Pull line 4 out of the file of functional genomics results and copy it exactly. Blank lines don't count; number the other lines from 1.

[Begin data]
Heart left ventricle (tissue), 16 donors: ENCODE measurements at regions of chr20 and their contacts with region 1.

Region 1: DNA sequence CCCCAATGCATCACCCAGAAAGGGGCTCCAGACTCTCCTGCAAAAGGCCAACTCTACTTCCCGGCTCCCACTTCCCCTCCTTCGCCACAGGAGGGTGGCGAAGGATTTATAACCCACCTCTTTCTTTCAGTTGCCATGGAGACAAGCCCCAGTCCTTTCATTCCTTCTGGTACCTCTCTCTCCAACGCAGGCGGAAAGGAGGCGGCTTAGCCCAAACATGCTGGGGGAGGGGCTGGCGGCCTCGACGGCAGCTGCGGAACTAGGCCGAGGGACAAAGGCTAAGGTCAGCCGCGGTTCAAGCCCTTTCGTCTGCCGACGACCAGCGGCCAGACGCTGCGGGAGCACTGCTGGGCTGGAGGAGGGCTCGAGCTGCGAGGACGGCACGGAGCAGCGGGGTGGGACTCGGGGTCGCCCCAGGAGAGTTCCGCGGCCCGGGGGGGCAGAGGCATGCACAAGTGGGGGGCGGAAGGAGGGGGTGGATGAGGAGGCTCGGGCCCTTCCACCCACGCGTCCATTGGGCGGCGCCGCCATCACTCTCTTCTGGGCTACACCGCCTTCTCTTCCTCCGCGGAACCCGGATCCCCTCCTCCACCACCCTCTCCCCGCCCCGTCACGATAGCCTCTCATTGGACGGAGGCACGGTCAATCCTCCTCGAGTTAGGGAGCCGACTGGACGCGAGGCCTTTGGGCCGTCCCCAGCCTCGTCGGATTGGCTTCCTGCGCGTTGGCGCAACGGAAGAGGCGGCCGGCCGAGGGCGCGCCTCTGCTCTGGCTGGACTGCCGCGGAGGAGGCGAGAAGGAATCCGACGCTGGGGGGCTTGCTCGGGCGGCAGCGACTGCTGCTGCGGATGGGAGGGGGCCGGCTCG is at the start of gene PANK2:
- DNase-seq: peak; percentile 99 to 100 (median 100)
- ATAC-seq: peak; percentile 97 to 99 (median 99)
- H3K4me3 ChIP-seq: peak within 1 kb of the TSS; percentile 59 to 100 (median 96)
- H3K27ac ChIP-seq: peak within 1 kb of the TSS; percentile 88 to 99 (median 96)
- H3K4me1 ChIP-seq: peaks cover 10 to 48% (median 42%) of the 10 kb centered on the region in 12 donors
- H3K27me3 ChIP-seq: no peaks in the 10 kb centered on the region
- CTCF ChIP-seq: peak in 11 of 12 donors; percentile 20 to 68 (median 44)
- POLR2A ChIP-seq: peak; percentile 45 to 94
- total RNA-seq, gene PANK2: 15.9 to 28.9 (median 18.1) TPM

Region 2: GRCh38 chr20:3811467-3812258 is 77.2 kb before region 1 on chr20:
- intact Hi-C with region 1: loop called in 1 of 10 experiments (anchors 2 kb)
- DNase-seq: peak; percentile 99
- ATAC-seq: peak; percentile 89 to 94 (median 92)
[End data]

- ATAC-seq: peak; percentile 97 to 99 (median 99)